A week ago, I wrote an article that claimed the Los Angeles Dodgers needed to address the bullpen issues which had plagued them in the first half of the season. This morning, I wrote a different article that said the Dodgers bullpen was the unsung hero of their six game road trip. Now I am hearing rumors that the Dodgers want to use starting pitcher Ted Lilly as a reliever. The game of baseball is such a roller coaster ride!
Dylan Hernandez of LATimes.com wrote, “[Lilly] figures to be used as a long reliever.” There have been other reports to add some stock to this claim as well, but the next few games will be the tell tale sign as Lilly was finally activated from the Disabled List yesterday after Matt Kemp went down.
I still stand by my opinion in saying the Dodgers need to address the bullpen issues. Despite a fantastic stretch, the six-game road trip is not telling of the numbers the bullpen has consistently put together. There needs to be at least one addition in order for the Dodger bullpen to really be a force. I firmly believe that Ted Lilly is not the change that ought to be made.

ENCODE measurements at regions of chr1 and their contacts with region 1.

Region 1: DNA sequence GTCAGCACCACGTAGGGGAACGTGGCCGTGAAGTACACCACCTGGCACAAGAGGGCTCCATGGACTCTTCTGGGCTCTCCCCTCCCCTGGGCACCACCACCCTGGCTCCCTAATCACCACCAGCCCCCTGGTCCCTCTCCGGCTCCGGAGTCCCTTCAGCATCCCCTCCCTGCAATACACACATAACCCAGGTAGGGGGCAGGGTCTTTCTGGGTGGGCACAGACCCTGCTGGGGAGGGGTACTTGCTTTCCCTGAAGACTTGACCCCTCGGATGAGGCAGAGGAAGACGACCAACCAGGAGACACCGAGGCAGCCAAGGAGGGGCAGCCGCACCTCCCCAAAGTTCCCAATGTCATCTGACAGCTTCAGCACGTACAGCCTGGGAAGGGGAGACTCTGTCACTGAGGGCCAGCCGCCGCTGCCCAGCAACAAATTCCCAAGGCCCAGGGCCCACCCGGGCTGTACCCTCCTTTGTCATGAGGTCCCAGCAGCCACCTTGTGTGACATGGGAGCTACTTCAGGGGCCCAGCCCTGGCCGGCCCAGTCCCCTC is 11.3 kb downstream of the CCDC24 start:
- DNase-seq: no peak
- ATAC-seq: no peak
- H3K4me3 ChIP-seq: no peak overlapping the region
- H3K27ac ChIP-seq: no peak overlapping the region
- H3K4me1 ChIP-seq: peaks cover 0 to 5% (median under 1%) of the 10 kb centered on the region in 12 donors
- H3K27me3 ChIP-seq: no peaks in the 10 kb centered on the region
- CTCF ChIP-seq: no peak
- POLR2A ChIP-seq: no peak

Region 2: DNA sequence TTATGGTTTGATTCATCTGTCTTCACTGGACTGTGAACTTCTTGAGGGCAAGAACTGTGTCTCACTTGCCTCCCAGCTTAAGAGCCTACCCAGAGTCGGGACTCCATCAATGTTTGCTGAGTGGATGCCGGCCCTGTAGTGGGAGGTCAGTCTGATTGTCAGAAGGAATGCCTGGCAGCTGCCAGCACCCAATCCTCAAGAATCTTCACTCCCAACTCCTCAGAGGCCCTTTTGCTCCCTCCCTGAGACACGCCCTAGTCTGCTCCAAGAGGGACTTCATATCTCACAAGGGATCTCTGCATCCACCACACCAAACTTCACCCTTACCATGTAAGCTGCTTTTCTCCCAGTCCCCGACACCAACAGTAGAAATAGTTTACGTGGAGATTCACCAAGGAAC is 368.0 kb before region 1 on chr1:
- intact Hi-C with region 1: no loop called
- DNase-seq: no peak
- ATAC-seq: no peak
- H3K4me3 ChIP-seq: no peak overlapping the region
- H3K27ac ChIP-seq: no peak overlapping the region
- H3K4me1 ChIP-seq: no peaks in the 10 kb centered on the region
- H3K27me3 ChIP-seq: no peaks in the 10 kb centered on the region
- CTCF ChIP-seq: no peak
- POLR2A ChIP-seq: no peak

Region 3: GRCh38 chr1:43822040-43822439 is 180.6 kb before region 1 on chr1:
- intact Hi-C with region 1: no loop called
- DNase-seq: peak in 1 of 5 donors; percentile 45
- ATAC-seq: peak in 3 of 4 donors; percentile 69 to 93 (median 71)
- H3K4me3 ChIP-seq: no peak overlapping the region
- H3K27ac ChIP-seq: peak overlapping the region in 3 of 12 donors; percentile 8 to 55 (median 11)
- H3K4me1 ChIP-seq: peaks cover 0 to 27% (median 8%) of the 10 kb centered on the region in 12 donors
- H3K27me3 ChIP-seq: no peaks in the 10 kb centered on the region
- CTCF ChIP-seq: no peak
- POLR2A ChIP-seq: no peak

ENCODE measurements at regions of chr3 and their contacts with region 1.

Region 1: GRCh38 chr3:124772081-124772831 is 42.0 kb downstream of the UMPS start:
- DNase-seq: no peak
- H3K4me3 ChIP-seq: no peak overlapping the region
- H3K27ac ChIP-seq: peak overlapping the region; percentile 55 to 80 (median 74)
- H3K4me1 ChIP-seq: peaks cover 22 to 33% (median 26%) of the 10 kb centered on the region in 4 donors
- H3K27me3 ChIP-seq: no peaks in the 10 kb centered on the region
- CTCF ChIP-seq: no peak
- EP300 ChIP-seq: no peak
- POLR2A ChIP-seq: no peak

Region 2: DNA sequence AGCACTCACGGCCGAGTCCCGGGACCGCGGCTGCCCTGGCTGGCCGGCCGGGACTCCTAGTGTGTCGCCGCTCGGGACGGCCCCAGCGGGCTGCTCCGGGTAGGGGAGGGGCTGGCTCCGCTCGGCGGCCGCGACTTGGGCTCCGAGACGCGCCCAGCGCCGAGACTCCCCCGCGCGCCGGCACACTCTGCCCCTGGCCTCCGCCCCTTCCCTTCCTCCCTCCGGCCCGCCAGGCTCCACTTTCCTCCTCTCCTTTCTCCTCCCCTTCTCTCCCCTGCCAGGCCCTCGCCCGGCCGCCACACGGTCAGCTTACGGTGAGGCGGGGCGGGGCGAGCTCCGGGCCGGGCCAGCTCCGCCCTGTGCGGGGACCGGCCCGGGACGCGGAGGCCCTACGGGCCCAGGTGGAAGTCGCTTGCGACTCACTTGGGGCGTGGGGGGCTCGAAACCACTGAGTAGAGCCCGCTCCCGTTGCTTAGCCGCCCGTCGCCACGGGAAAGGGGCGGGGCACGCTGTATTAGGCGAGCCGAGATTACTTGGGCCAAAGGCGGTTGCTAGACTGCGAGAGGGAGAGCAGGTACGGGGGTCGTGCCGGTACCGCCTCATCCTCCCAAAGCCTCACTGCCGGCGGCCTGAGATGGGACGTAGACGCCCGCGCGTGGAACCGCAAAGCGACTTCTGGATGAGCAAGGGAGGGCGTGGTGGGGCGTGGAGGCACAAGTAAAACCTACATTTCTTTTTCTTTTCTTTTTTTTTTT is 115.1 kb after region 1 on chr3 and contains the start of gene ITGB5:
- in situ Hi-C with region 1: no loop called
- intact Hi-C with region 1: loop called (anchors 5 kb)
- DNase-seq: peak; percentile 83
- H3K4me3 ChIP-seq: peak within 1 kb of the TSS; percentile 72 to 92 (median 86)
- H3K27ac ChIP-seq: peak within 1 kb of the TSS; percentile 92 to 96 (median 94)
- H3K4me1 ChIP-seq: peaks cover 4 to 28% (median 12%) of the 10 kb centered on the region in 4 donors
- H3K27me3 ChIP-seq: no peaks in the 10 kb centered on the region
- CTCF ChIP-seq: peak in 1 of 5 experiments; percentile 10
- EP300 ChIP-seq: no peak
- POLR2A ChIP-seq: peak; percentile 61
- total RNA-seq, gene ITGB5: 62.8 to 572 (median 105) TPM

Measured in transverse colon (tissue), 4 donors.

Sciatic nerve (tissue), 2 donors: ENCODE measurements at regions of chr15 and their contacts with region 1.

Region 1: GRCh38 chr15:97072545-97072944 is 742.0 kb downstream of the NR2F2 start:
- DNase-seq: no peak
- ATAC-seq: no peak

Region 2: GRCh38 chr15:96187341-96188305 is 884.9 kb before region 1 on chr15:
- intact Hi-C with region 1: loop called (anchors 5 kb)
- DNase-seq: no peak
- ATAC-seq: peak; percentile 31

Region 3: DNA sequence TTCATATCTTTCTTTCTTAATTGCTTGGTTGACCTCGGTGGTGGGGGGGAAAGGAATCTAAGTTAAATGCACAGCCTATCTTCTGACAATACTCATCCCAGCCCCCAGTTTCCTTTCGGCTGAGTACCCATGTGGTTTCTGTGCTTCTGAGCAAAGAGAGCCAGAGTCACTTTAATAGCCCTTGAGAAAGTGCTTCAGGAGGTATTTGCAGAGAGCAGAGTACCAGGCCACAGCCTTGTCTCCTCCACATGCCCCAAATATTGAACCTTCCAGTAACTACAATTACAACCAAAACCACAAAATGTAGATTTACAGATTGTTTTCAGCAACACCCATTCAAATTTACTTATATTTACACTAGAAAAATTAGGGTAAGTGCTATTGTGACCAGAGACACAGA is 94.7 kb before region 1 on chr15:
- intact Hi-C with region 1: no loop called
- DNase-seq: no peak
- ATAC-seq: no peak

Lilly has been known as a “fly ball pitcher” throughout his career, meaning he gets many of his outs via pop ups and fly outs. The problem with this is, every time one of those high flying balls stretches to the deep outfield, Dodgers fans everywhere have heart attacks and hope the wind keeps it from going out. And Lilly’s pitches all too often do find their way into the outfield stands.
Let’s take a look at Ted Lilly’s career statistics. As a 15-year starter, Lilly has a collective ERA of 4.14 and a WHIP of 1.26. Neither of these statistics are very impressive and there is a list of others I could throw out there that would further prove my point. Alas, I will only interject one more statistic: home runs.
With 293 home runs allowed in only 331 career starts, Lilly has allowed the fourth most career home runs for all active pitchers. My biggest problem with Lilly in the bullpen is his ability to allow home runs that can change the tides of a game.
As a starter, Lilly had the time to get all of his pitches working for him and used his wide arsenal to throw hitters off the scent. As a reliever, Lilly would likely get one inning at a time, maybe two innings or even a rare three every once in a while. I just do not believe Lilly’s stuff is dominant enough for him to be pitching out of the Dodger bullpen.